Tennessee Tech Tuba Ensemble releases its 19th studio recordingHave you ever wondered what British rock group Queen’s 1978 hit “Fat Bottomed Girls” sounds like when played by a large group of tuba and euphonium musicians?
The latest compact disc recording by the Tennessee Tech Tuba Ensemble has the answer. Its title track — Phat Bottom Tubas — is an arrangement by George Brozak, a former TTU visiting professor of music, that’s based on the earlier rock ’n’ roll hit.
“It’s obviously a play on words based on the song’s original title, but it’s also an apt description of the deep, lush, round sound of a tuba and euphonium ensemble,” said R. Winston Morris, founder and director of the TTTE.
Recently released by Mark Custom Recording Service Inc., Phat Bottom Tubas is the 19th studio recording by the Tennessee Tech University student ensemble, which is the most recorded group of its kind in history.
The disc also features a dozen other pop, funk and jazz pieces composed or arranged by current and former students Martin McFarlane, Ben McMillan, Josh Rose, Jesse Chavez, Bill Cherry and Jon Oliver, TTU music professor Joshua Hauser and other friends of the TTTE, including Cory Dawson and TTU graduate Glen Martin.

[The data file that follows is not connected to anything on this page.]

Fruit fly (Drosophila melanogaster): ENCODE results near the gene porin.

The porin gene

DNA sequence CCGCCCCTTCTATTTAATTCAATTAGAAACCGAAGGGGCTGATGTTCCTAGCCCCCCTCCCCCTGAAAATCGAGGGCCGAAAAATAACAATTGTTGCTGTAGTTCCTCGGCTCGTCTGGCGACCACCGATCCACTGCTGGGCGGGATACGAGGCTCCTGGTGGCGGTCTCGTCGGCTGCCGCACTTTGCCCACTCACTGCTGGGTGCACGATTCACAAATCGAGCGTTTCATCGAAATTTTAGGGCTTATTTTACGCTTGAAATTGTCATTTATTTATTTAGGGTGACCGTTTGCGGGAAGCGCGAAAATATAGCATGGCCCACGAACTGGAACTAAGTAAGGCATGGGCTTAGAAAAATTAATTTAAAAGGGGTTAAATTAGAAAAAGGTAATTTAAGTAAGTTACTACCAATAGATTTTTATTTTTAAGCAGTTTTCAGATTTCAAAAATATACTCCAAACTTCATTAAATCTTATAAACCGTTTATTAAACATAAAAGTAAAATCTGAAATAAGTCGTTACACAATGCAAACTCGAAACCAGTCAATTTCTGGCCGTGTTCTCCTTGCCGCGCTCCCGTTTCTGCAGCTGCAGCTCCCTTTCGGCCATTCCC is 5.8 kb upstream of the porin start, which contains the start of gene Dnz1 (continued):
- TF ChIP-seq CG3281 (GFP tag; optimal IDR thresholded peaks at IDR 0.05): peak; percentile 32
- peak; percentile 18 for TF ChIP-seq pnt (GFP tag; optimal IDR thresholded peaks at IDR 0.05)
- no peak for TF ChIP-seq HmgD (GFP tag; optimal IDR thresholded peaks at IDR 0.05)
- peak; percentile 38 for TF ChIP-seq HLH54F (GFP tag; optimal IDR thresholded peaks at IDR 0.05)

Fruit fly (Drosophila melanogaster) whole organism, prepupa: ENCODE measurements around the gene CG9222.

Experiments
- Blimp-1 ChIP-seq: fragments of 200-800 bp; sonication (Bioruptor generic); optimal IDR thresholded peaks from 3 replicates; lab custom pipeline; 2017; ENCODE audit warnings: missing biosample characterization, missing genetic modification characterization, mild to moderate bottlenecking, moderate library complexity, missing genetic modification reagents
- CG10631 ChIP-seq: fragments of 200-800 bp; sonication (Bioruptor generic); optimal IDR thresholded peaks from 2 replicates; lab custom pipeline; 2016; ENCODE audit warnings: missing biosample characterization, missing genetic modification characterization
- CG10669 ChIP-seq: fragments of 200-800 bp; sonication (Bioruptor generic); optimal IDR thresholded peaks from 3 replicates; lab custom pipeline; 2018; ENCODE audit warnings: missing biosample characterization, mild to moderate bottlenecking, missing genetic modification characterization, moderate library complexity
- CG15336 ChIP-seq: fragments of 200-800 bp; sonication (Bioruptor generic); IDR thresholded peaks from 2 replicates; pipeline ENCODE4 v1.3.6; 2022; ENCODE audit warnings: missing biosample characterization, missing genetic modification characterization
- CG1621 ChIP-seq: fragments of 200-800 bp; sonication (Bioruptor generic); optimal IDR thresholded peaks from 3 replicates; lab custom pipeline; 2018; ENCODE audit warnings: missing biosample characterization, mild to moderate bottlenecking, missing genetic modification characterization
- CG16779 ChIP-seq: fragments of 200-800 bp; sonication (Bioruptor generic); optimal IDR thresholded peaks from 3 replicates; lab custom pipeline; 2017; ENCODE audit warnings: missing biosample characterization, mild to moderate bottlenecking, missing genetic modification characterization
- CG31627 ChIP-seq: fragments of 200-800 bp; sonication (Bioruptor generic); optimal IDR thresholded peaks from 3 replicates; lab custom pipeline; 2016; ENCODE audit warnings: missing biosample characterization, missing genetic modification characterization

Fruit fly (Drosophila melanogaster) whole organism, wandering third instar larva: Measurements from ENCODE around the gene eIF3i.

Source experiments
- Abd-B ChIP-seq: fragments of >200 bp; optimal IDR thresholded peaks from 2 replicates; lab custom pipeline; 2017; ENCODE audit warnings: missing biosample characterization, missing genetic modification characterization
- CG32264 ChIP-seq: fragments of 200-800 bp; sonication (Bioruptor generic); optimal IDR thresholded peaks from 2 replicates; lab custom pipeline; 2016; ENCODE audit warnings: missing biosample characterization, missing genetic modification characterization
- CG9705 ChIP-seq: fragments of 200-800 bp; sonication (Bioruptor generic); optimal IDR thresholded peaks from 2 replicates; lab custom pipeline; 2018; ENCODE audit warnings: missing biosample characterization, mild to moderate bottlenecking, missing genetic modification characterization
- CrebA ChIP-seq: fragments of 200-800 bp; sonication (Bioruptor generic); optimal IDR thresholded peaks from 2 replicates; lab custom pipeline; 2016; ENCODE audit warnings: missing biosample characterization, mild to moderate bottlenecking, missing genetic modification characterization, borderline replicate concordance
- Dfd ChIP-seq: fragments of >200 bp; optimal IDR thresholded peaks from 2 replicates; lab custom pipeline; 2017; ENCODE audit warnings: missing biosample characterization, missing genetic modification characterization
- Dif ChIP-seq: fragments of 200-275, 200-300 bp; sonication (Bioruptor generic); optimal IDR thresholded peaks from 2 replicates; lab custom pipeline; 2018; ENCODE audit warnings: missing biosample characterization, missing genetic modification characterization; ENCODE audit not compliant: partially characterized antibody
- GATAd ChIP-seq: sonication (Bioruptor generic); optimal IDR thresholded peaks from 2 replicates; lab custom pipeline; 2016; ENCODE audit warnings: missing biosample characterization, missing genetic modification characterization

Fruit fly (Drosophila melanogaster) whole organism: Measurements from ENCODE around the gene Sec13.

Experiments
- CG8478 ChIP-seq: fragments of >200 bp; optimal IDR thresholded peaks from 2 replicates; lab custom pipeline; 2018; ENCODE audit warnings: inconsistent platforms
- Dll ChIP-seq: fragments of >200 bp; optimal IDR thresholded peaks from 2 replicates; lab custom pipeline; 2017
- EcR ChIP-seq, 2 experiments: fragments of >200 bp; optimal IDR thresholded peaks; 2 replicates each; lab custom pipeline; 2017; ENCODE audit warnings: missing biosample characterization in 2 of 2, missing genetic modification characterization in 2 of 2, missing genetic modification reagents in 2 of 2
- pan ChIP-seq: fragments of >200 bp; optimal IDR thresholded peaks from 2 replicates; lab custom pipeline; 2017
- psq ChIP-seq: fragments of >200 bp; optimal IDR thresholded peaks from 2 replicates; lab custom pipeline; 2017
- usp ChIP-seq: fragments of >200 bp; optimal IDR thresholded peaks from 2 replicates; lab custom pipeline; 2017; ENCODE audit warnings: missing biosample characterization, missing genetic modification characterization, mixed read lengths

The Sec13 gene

Some of its other well-known selections include Blood, Sweat and Tears’ “Go Down Gamblin’,” and another Queen standard, “Another One Bites the Dust.”
The University of Wisconsin Eau Claire campus’s Jerry Young, in a Fall 2006 review of the CD for the International Tuba/Euphonium Association Journal, said it “makes for an entertaining evening’s listening.”
“The performances are consistently outstanding throughout the recording,” he continued. “Get it, listen to it and be prepared to smile.”
Phat Bottom Tubas is based on a show the TTTE presented in Chattanooga at the Grand National Adjudicators Invitational Festival sponsored by Dixie Classic Festivals of Richmond, Va., and it was made in the tradition of another popular TTTE recording, Play That Funky Tuba Right, Boy!
“To say we had top to bottom fun with this project would be an understatement,” Morris said. “Nothing beats performing for an enthusiastic audience packed with fans and supporters, and that is exactly what our GNAI performance each spring amounts to. That same spirit is captured on this recording.”
In his review of the CD, Young comments on the skill of the solo musicians featured on the disc.
“Believe it or not, almost none of the students — including the ones you hear soloing on this recording — are jazz improvisers,” he said. “They write out and memorize their solos, getting guidance from listening to recordings and advice from TTU faculty.
“As a jazz improviser myself, I can tell you that this is a great bridge to learning, and one that has proven effective for a lot of students in the TTTE over the years,” Young continued. “This recording is a testament to great teaching and allowing students to ‘do.’”
A 40th anniversary celebration of the TTTE is set for November, and as part of the festivities, the ensemble will present an unprecedented seventh show at New York’s famed Carnegie Hall.
Copies of Phat Bottom Tubas are available for $15 each from Mark Records, 10815 Bodine Road, Clarence, N.Y. 14031-0406, by calling 716/759-2600 or by logging on to www.markcustom.com.